Steampunk Issue #4: How Ann and I Work Together

I was in a hurry, so I kinda mentioned Steampunk Magazine 4 was out, but didn’t go into further detail. I’ve now taken a closer look, and it’s pretty darn interesting. Definitely unique. You should buy it!

As for the interview with me and Ann, the interviewer asked a question we hadn’t ever been asked before, and I’m reproducing it here because of that fact.

Jeff

SPM: On a personal level, I’m curious about the working relationship and marriage between two people involved in the fiction world. The theme of this issue is “our lives as fantastic as any fiction”, about how we can learn to create our lives to be what we want them to be. And I thought that the two of you might have some insight into that?

Ann: Let me just say that I love my life. Every single day, new stuff comes up. I’m never bored, and I’m often surprised with things that happen. I’ve had the opportunity, from being married to Jeff, to travel all over the world, to meet all kinds of different people, to make friends everywhere, and to try different things. Yeah, it’s a lot of work, some of the projects we work on, sometimes we scream and yell at each other and all of that, but overall I feel truly blessed by the life that I have, and the things that we’re able to do.

Jeff: I think that first of all we complement each other very well. It was different when we had two separate publishing companies; we had all these separate projects, because we wanted to keep a wall there. We didn’t really combine our talents in the way that we are now, so it’s been kind of revelatory over the past couple of years.

We complement each other editorially because Ann is a great general editor; she’ll read a story and say “this is what doesn’t work here, here, and here,” and I can do a good job using specific comments to give a general idea of what your strengths and weaknesses are as a writer. That line is kind of blurred now, because we’ve been working more closely together. For example, when we taught at [fiction workshop] Clarion, the past summer, we found out very interesting things about ourselves. Ann was offering these very specific, very incisive comments about the manuscript, and I was offering more general comments. We were able to mix and match our talents. But I think that one thing that holds true is that Ann is always a very clear and grounded person, and that helps me a lot… I get very passionate about things in a way that can be good but can also get me off track in directions that aren’t productive, and Ann helps keep me grounded. We both push each other to do the best possible job we can on the project.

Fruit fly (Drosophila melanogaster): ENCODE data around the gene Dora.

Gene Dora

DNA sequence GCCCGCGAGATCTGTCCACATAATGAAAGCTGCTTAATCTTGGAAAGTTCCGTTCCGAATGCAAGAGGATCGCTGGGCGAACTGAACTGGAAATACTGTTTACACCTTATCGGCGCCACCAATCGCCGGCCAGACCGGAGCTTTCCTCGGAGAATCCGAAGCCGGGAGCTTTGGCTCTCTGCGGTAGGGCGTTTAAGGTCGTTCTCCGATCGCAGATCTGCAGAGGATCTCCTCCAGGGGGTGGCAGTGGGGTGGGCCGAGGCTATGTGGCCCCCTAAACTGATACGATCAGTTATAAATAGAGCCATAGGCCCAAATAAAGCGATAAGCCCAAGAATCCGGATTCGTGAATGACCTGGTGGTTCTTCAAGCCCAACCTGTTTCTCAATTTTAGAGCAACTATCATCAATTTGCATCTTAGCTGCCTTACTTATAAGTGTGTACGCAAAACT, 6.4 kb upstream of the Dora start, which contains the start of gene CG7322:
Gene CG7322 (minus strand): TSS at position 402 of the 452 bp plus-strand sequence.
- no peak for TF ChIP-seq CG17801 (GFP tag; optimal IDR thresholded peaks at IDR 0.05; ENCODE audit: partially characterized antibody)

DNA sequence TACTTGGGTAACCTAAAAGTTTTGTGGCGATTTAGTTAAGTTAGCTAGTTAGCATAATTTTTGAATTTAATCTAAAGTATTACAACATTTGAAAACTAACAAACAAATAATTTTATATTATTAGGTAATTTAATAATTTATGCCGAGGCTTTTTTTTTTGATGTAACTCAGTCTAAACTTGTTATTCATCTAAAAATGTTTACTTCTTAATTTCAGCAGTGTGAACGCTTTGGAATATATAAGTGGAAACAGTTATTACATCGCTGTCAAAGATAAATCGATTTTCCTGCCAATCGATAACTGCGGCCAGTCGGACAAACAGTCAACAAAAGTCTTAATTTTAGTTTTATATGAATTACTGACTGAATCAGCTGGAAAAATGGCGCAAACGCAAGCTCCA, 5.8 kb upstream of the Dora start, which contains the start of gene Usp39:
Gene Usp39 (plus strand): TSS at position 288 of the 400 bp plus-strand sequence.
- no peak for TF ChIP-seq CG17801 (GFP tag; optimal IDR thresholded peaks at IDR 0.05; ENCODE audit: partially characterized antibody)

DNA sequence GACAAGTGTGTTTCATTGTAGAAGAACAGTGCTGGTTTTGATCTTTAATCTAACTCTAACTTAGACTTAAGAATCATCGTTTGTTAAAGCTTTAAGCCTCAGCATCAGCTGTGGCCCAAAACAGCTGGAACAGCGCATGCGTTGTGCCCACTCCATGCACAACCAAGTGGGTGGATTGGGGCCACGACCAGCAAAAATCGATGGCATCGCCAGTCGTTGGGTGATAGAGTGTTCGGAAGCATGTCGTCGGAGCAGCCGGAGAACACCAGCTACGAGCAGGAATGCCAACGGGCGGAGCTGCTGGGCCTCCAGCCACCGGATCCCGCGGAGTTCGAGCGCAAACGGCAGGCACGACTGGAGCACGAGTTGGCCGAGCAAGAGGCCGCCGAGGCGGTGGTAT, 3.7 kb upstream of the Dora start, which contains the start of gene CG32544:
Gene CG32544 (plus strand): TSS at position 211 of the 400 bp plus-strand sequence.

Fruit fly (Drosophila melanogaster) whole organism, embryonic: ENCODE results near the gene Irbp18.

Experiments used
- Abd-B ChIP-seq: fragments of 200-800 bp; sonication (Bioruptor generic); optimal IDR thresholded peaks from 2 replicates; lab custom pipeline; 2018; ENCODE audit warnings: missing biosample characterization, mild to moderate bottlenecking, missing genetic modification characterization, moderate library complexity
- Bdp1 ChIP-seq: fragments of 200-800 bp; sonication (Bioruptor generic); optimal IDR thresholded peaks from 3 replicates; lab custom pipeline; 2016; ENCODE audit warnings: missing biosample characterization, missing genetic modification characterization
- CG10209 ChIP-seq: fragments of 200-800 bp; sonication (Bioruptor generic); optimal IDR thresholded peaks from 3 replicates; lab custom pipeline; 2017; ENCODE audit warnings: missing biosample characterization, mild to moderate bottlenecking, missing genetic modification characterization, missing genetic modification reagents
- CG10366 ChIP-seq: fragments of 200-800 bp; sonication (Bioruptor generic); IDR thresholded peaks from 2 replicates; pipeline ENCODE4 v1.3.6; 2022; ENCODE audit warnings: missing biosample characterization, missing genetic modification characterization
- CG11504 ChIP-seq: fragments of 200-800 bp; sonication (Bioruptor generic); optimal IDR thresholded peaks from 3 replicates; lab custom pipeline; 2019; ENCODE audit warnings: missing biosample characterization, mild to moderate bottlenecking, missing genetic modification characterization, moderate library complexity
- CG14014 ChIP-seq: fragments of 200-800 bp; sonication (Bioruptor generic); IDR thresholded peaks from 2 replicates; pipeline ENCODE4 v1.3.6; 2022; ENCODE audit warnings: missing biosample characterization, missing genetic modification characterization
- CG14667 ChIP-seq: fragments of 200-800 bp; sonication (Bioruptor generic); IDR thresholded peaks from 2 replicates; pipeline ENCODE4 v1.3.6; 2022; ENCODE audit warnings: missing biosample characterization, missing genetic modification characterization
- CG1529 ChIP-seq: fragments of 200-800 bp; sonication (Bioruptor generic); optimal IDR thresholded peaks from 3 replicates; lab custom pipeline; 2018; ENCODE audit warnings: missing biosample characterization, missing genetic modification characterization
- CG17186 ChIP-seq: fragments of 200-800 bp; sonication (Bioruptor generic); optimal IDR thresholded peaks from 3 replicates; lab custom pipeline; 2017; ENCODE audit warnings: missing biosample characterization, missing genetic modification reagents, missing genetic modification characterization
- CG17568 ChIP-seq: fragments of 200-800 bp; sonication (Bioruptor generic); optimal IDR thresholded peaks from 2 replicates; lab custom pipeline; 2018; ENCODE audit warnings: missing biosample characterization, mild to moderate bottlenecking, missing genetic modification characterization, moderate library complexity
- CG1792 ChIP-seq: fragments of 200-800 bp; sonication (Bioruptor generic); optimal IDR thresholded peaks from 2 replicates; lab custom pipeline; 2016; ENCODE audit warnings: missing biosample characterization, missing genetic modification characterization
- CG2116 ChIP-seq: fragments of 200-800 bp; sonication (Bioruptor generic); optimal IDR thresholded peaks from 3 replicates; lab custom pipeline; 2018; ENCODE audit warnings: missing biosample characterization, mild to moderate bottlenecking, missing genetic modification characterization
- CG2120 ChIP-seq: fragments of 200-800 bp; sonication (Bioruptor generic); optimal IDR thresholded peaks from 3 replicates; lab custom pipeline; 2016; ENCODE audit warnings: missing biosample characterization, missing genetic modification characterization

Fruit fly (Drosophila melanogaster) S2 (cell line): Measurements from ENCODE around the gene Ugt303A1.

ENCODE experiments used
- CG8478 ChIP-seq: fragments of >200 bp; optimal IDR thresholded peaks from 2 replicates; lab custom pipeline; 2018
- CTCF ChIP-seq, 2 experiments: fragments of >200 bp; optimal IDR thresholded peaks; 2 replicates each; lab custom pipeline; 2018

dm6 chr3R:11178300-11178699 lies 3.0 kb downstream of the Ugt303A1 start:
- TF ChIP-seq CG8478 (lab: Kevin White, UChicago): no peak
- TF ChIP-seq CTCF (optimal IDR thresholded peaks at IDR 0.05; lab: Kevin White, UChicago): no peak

It’s been good to work more closely together because it means we can get more done. I remember when I was doing the fake disease guide; Ann was helping with that but she had her own editorial projects. It was a great project, but I can remember working 16-hour days for 6 months to get that thing done. Now, even though we have more projects, we’re working on everything pretty much equally, so there’s more of an ability to not only do more but to keep the level of quality at the same high place that we want it to be.